Neurotoxic effects of substituted amphetamines in rats and mice.
Handbook of Neurotoxicology. Massaro EJ, ed., Totowa, NJ: Humana Press, Chapter 11, 2001 Dec; 2:269-301
Whether you read about it in the popular press or in the scientific literature, there is no lack of coverage of the issue of amphetamine-induced neurotoxicity. Included among these articles are reports on the adverse effects in both animals and humans of methamphetamine (1-3) and methylenedioxymethamphetamine (MDMA; "Ecstasy") (4-7). Until it was withdrawn from the market for the potential to affect heart valvular function, the anorectic agent dexfenfluramine drew attention in the experimental and clinical literature for reported neurotoxic effects, even at the prescribed anorectic dosage (8). Lastly and most recently, attention has been focused on the fact that a large percentage of school-age children are maintained on stimulants, including amphetamines, for the treatment of attention deficit/hyperactivity disorder (ADHD) (9). The potential for neurotoxic effects assocated with such long-term human exposures is just now being raised (10). Clearly, the term "neurotoxicity" has been very broadly applied to describe the effects of these drugs in both humans and experimental animals. Unfortunately, emphases has been placed on documenting effects of these agents without distinguiding how and why these effects should be considered "neurotoxic." Thus, there are many descriptions of drug-induced neurotoxicity but there are very few attempts to link these purported neurotoxic effects to pathological actions on the nervous system or to functional changes meaningful to the human condition. Here, we will briefly review the current status of our understanding of the neurotoxic effects of substituted amphetamines. Empasis will be placed on defining the neurotoxic condition beyond effects attributable to the neuropharmacological actions of a specific compound. In so doing, we will challenge current dogma with regard to describing neurotoxic effects of this class of drugs. A detailed and comprehensive review of methamphetamine and amphetamine neurotoxicity recently has appeared (2) and it should be considered the authoritative source on this topic, especially with reference to effects in rats and the modulating role of body temperature. We will cover some of the issues raised by Bowyer and Holson (2), and agree with all of their points, but we will discuss effects of amphetamines in the context of the toxic actions of many known and potential chemical neurotixicants.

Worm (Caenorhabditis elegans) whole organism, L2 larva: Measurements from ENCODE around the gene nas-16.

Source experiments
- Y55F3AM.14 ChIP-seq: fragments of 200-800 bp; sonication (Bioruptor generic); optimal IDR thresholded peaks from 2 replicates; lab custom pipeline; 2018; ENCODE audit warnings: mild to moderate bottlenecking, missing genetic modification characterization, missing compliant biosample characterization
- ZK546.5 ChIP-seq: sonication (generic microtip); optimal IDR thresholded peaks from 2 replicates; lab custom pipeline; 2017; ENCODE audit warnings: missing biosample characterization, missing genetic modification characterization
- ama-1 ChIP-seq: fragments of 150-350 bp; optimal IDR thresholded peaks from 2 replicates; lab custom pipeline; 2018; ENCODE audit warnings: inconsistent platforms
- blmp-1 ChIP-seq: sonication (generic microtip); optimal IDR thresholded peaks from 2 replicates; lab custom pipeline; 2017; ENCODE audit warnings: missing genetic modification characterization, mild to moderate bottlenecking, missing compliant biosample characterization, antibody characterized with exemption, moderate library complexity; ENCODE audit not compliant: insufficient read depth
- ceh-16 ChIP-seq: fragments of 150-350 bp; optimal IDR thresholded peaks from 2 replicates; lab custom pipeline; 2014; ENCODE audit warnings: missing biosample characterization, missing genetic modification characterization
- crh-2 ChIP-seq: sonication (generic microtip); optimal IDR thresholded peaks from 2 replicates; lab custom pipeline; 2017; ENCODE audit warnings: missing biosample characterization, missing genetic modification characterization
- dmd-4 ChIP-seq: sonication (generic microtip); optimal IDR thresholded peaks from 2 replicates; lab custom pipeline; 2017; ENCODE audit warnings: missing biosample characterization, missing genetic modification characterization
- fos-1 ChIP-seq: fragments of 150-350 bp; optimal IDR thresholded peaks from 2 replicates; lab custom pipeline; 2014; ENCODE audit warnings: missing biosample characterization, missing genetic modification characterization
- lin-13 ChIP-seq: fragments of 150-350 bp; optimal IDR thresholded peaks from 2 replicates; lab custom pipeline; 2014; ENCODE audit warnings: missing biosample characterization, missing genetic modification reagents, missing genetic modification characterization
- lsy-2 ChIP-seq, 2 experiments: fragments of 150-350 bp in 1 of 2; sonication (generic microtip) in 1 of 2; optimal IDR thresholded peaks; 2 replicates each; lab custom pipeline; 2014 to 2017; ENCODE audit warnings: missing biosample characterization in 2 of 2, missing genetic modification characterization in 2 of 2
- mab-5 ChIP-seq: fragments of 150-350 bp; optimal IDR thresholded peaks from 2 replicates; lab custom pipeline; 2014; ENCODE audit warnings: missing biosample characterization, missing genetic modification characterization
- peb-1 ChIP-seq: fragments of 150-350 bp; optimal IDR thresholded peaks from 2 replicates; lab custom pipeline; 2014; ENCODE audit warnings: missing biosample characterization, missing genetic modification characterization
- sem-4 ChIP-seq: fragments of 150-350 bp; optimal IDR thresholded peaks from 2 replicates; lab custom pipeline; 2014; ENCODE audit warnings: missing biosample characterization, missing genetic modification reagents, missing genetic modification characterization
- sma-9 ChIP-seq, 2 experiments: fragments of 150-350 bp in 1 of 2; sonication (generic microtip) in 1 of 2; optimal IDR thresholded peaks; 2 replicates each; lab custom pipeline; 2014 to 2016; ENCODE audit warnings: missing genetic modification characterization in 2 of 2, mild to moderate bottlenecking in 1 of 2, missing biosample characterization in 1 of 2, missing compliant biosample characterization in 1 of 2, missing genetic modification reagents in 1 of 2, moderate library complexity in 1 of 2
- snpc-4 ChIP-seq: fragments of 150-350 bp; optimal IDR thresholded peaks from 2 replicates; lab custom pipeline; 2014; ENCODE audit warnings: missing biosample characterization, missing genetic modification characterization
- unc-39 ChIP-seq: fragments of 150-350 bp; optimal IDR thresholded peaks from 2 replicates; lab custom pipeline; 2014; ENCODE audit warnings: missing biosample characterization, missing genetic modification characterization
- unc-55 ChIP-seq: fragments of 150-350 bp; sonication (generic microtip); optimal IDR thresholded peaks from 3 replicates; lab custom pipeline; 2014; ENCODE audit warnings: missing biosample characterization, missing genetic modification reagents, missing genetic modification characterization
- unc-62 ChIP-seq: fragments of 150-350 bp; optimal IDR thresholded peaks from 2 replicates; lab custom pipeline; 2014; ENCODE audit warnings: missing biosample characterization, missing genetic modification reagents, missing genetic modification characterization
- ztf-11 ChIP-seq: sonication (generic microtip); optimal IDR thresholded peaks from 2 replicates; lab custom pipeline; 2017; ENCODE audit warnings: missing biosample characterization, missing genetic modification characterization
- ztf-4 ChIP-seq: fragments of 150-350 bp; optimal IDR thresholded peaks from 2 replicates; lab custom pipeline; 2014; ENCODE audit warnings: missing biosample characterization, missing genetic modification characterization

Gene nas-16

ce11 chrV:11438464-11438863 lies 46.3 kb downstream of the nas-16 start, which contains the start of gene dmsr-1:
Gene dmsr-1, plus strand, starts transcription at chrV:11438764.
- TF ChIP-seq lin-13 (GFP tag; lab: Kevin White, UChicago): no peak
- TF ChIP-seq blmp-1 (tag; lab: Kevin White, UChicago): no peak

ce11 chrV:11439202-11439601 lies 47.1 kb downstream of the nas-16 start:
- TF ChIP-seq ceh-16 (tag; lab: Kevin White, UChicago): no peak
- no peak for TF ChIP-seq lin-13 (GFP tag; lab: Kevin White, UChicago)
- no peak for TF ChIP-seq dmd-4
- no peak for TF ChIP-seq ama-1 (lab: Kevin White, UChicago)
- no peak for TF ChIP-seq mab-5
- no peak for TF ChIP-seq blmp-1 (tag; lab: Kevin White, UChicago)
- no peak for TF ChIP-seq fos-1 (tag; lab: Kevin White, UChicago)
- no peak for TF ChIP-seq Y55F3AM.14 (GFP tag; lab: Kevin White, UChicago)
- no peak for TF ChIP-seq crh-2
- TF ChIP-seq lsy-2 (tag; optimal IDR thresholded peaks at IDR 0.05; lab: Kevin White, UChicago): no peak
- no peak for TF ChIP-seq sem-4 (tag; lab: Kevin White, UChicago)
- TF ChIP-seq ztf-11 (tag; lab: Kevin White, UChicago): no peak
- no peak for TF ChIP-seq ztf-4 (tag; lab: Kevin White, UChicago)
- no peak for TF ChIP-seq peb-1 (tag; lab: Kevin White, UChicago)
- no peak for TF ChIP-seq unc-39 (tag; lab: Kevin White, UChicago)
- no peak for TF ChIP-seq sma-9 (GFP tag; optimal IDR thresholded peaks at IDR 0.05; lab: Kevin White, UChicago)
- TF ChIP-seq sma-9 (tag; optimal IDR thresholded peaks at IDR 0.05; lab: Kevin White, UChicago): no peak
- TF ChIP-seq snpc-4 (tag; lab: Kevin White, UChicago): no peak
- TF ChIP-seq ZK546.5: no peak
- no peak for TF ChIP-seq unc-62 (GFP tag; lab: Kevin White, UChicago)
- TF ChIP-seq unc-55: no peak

Drug-abuse; Drug-interaction; Neurotoxic-effects; Neurotoxicity; Stimulants; Children; Animals; Humans
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Handbook of Neurotoxicology